Gittin 57 - 64
- The destruction of Tur Malka and Beitar in Eretz Yisrael and Kefar Sachnia in Egypt
- Nevuzraden and the blood of the Prophet Zechariah
- The voice and hands of destruction
- The heroism of 400 boys and girls and of a woman and her seven sons
- The tragedy not mentioned in the Torah's warning of disaster
- Ransoming of a prodigy and heroism of a brother and sister
- When the mishnah's rule about sikrikin applies
- The most learned and wealthy man among Jews
- Transactions of a deaf mute or minor
- Decrees for the sake of peaceful relations
- The order of aliyot to the Torah reading
- Writing the Oral Law
- Neighbors sharing water of a well
- Dealing with less observant neighbors and non-Jews during Shmitah year and regular year
- Relating to a Torah scholar who is a major dissenter
- Retracting appointment of an agent for delivery of a get
- Agency for delivering get and for receiving it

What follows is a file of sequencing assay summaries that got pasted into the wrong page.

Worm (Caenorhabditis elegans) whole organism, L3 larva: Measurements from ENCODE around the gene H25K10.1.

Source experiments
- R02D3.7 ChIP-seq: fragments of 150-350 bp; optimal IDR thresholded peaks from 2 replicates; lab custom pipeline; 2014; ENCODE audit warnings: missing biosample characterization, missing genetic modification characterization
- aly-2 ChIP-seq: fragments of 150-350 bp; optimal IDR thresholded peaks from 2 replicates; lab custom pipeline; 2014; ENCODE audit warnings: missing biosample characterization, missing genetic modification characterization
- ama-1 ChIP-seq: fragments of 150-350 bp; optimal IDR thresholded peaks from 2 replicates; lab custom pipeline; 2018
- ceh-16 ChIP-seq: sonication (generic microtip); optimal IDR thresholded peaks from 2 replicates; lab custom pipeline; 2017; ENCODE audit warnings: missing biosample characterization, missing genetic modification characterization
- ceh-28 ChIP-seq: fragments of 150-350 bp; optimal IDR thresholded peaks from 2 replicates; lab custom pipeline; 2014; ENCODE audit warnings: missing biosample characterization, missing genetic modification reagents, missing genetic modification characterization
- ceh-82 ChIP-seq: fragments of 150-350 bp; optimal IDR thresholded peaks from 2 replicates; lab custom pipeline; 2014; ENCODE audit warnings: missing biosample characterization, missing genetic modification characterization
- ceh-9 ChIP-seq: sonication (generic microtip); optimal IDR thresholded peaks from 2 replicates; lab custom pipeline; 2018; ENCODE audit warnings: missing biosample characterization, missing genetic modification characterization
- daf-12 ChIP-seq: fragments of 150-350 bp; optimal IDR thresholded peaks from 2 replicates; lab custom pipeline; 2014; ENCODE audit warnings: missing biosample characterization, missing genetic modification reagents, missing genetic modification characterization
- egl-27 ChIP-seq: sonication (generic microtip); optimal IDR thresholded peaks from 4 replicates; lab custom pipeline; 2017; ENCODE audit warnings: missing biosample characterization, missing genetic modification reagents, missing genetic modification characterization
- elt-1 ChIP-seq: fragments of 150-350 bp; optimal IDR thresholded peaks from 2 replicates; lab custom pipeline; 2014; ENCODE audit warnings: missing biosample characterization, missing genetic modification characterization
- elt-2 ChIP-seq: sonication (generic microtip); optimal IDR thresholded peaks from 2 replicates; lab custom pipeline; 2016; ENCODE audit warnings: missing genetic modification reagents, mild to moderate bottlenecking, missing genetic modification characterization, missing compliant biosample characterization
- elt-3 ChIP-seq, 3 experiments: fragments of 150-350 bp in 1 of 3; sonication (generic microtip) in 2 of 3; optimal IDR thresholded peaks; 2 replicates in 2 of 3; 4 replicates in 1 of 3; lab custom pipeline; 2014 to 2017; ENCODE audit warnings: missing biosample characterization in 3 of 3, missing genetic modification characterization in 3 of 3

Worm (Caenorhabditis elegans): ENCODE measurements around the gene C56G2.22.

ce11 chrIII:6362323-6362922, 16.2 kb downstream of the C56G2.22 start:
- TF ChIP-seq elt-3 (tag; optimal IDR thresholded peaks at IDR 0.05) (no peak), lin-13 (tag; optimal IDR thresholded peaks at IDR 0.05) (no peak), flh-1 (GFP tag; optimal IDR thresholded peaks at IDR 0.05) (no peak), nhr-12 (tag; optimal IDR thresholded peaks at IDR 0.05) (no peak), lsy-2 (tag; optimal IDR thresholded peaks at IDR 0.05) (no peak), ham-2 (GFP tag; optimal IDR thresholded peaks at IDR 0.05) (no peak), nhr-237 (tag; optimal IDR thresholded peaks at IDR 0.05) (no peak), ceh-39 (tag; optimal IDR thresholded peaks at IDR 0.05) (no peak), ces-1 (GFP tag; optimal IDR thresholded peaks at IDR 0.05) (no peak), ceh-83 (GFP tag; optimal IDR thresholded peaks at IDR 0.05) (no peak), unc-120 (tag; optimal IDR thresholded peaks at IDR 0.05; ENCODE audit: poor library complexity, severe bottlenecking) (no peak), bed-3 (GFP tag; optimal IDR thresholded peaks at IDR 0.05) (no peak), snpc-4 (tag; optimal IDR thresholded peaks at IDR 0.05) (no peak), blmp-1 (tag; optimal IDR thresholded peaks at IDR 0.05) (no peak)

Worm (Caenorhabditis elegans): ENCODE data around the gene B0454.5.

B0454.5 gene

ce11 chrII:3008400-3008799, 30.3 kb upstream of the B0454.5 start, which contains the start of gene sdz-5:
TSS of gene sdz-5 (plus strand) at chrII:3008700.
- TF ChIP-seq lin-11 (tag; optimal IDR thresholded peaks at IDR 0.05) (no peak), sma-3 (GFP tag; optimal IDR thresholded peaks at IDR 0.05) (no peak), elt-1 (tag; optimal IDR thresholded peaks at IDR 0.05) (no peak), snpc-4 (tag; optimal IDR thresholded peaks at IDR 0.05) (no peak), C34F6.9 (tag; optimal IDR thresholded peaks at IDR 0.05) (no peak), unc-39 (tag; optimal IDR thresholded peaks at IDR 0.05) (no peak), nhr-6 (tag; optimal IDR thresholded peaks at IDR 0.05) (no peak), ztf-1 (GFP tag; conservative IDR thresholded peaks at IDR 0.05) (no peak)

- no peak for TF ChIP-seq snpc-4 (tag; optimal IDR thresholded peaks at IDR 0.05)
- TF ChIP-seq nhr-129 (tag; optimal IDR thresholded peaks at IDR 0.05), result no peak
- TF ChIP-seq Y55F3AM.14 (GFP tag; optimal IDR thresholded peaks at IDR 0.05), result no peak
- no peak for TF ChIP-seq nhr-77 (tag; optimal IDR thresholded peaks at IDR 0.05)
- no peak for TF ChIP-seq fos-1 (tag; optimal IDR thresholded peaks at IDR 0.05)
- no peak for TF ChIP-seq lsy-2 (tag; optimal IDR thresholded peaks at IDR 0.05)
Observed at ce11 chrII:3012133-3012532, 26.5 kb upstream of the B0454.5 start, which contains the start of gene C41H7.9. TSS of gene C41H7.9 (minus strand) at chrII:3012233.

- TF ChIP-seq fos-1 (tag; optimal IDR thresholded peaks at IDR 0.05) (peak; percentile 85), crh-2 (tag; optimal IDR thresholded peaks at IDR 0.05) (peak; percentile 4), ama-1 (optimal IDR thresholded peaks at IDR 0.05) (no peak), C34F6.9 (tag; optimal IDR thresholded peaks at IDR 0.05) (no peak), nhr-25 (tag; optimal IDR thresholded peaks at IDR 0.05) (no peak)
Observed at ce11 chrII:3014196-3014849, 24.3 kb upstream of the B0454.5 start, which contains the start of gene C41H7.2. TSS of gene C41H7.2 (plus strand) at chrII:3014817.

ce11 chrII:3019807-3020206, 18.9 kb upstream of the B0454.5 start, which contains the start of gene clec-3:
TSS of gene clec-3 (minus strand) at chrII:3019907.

- Who can accept a get for a na'arah ha'meurasah
State of the Date
- Gittin 61a
On his way to the Babylonian city of Hutzel, Rabbi Cahana saw a man knocking dates off a tree that belonged to no one. When he picked some up to eat he was quickly warned by the man who had removed them from the tree that the dates rightfully belonged to him.
The claim was based on the ruling of the mishnah (59b) that the fruit which one knocks off an ownerless olive tree cannot be taken by someone else because of a rabbinical decree of darkei shalom — maintaining peaceful relations between people.
The explanation of Rashi that the fellow removed the dates by throwing some sticks at them is challenged by Tosefot because it leaves us with a question as to why Rabbi Cahana helped himself to the dates when he was aware of the rabbinical decree that they belonged to the remover.
The approach favored by Tosefot is that of Rabbeinu Chananel who states that the fellow was seemingly interested only in removing branches from the tree and dates fell merely as a result. Assuming that the fellow was interested only in the wood and not in the fruit Rabbi Cahana picked up the dates to eat them until he was informed by the fellow that his intention in removing the branches was to get to the dates which should therefore belong to him.
What the Sages Say
"How do we know that Torah scholars are called kings? Because of the passage (Mishlei 8:15) citing the Torah as saying 'by me do kings reign.'"
- The Sage Ganeiva - Gittin 62a